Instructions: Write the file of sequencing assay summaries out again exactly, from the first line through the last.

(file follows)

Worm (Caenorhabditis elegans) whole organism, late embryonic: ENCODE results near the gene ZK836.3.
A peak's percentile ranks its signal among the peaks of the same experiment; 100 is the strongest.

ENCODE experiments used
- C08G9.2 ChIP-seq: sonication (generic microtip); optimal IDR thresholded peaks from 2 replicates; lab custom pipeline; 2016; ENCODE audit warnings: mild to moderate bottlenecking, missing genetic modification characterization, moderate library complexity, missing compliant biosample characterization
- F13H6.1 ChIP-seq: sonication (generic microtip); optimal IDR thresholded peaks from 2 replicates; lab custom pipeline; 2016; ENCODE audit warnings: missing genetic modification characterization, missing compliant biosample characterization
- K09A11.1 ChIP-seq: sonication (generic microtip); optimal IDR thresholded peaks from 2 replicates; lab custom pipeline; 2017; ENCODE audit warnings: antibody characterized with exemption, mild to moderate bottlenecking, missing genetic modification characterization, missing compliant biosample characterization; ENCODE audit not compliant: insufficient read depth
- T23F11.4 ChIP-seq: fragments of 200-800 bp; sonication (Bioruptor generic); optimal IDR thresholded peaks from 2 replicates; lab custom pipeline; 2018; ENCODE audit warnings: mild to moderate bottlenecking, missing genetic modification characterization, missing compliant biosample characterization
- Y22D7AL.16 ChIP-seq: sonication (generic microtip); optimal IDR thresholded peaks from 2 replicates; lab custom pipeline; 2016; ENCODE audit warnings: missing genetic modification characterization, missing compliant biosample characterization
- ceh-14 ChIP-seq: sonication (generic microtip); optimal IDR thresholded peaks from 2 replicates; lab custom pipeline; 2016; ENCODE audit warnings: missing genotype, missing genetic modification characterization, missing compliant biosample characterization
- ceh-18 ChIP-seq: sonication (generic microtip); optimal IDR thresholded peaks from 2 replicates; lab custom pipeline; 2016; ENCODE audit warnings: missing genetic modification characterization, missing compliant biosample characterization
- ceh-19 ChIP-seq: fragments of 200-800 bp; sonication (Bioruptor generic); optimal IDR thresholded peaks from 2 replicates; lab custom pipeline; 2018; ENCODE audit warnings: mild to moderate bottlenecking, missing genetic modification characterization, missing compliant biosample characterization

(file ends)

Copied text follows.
Worm (Caenorhabditis elegans) whole organism, late embryonic: ENCODE results near the gene ZK836.3.
A peak's percentile ranks its signal among the peaks of the same experiment; 100 is the strongest.

ENCODE experiments used
- C08G9.2 ChIP-seq: sonication (generic microtip); optimal IDR thresholded peaks from 2 replicates; lab custom pipeline; 2016; ENCODE audit warnings: mild to moderate bottlenecking, missing genetic modification characterization, moderate library complexity, missing compliant biosample characterization
- F13H6.1 ChIP-seq: sonication (generic microtip); optimal IDR thresholded peaks from 2 replicates; lab custom pipeline; 2016; ENCODE audit warnings: missing genetic modification characterization, missing compliant biosample characterization
- K09A11.1 ChIP-seq: sonication (generic microtip); optimal IDR thresholded peaks from 2 replicates; lab custom pipeline; 2017; ENCODE audit warnings: antibody characterized with exemption, mild to moderate bottlenecking, missing genetic modification characterization, missing compliant biosample characterization; ENCODE audit not compliant: insufficient read depth
- T23F11.4 ChIP-seq: fragments of 200-800 bp; sonication (Bioruptor generic); optimal IDR thresholded peaks from 2 replicates; lab custom pipeline; 2018; ENCODE audit warnings: mild to moderate bottlenecking, missing genetic modification characterization, missing compliant biosample characterization
- Y22D7AL.16 ChIP-seq: sonication (generic microtip); optimal IDR thresholded peaks from 2 replicates; lab custom pipeline; 2016; ENCODE audit warnings: missing genetic modification characterization, missing compliant biosample characterization
- ceh-14 ChIP-seq: sonication (generic microtip); optimal IDR thresholded peaks from 2 replicates; lab custom pipeline; 2016; ENCODE audit warnings: missing genotype, missing genetic modification characterization, missing compliant biosample characterization
- ceh-18 ChIP-seq: sonication (generic microtip); optimal IDR thresholded peaks from 2 replicates; lab custom pipeline; 2016; ENCODE audit warnings: missing genetic modification characterization, missing compliant biosample characterization
- ceh-19 ChIP-seq: fragments of 200-800 bp; sonication (Bioruptor generic); optimal IDR thresholded peaks from 2 replicates; lab custom pipeline; 2018; ENCODE audit warnings: mild to moderate bottlenecking, missing genetic modification characterization, missing compliant biosample characterization